It was their first confrontation with the law, but a detective predicted with reasonable certainty that one of them would be back. There were two girls and a boy, all under 15, too young by any standard to be facing an unsmiling narcotics officer across a wooden table and listening to the details of their crimes with the intensity of children at a movie.
But this was no movie and these three, by the simple expediency of drug abuse, had ceased to be children.
They had become statistics in the frightening incidence of narcotics arrests among students in America's schools, a computer-logged warning of what the future might hold in the burnt-hemp aromas that drift across the campuses and in the cocaine-snow that dusts the playgrounds.
All three had been arrested for possession of narcotics, one of them for possession with intent to sell. The drugs in this case had been marijuana and coke, but the thousand or so juveniles arrested each year in the Valley don't stop with those. Acid and "angel dust" appear among the affluent with the same terrible consistency that marks their use in the ghettos.
Sgt. Charles Smith, who heads the Valley's Juvenile Narcotics Bureau, let me listen in as the three young people were brought to face consequences ranging from outright release to a court hearing and possible detention.
"I've seen them as young as 6 come through those doors," he said gesturing toward the entryway of Room 325. "But they're usually around 12 or 13. Dope is called a victimless crime, but it isn't. Parents suffer as much as the children. We're all victims when a kid turns on."
An incident has brought the problem close to me. In the past several months I have seen a boy I have known since his infancy change from a bright young man, full of life and laughter, into a vague and blurry addict.
I have seen the energy of youth drain from him like light fading from the eyes of a dying man. I have seen the guileless honesty of childhood strangled by the necessity to lie and steal in order to perpetuate his drug habit. I have heard his laughter choked off by the dulling effects of enough hash-powered highs to turn his brain to mush.
And it has pained me more than I can say.
Youth ought not to be walking in a dream. Youth should be alive and running, every instinct alert to the world that flows and snaps and whirls around it, breathless from the wind in its face, tasting the distance, hearing bugles.
It should not be in a pale green room of the Juvenile Narcotics Bureau witnessing what could be the slow unwinding of lives just barely begun. But it was.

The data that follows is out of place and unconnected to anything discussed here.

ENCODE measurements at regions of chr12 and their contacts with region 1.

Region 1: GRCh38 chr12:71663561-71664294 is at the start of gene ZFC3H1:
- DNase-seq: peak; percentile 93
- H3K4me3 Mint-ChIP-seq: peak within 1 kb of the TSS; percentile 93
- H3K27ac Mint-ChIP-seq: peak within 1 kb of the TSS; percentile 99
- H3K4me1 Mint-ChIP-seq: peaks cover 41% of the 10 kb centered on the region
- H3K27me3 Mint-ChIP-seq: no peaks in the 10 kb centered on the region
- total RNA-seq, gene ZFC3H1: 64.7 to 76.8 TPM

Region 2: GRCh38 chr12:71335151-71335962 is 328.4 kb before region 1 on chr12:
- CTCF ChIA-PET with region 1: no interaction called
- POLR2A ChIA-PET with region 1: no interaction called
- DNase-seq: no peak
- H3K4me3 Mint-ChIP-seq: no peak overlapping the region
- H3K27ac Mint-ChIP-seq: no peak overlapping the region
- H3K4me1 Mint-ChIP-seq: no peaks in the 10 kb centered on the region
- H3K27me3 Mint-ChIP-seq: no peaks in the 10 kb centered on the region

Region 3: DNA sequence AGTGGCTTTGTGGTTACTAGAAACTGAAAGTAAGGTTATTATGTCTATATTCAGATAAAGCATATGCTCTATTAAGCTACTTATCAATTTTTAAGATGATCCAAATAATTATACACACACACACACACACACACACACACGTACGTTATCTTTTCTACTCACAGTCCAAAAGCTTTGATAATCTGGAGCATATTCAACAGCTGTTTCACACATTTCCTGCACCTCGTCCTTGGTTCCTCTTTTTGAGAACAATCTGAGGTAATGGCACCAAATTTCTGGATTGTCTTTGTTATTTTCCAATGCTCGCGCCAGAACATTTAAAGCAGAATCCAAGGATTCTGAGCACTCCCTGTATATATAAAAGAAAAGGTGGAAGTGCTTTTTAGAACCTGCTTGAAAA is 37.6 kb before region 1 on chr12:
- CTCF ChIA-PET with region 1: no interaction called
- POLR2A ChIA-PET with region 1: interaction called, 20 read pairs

The three I heard were Judy, Ron and Pam. Judy had been caught with marijuana, cocaine and codeine pills. She readily admitted using drugs several times a week, after at first lying that the bindles of white dust found in her purse were baking soda.
She used them, she said, because they made her feel good.
Her attitude toward being caught was arrogance. She didn't believe it would happen again. The interviewing officer, Detective John Walker, a large, solemn man, observed her without smiling.
"You're going to get caught," he said. "No question about it."
He placed her on probation and predicted she would be back.
Ron was arrested with 13 joints in his wallet. At first, he denied knowing how they got there. Then he said he had found them, later that he had picked them up when someone else threw them away.
"You said earlier an old man had sold them to you for $15," Detective John Whipp reminded him.
The boy shrugged.
"Everyone finds them," Whipp said wearily. "You're only 15. Something has to change." Probation.
Pam was last. At 14, she is pretty enough to be a model. Long dark hair, large green eyes, clear skin. She was arrested with six joints and admitted smoking dope twice a week and giving it to her friends. She couldn't answer why. She just did.
Walker spoke to her longer than the others. Her arrest had cost her a school office she had won by election. She was a bright girl who understood what she had done and was angry with herself. Her eyes misted as the detective discussed the possible consequences.
Finally he said in the same grave tone from the same unsmiling face: "I'm going to let you go, but I can only do that once. Everyone deserves a break. This is yours."
"There are only seven of us," Sgt. Smith would say later, "and thousands of them. We do what we can. I've seen three or four OD. But some who do make it come back once in a while to say thanks.
"It isn't all their fault. Hell, they see their heroes doing the same things. You know what I wish? When people get new cars, they know every dent and scratch in them. I just wish they knew as much about their own kids."
Across the room, as Pam left, Detective Walker leaned in close and half-whispered, "Make it."
She didn't respond.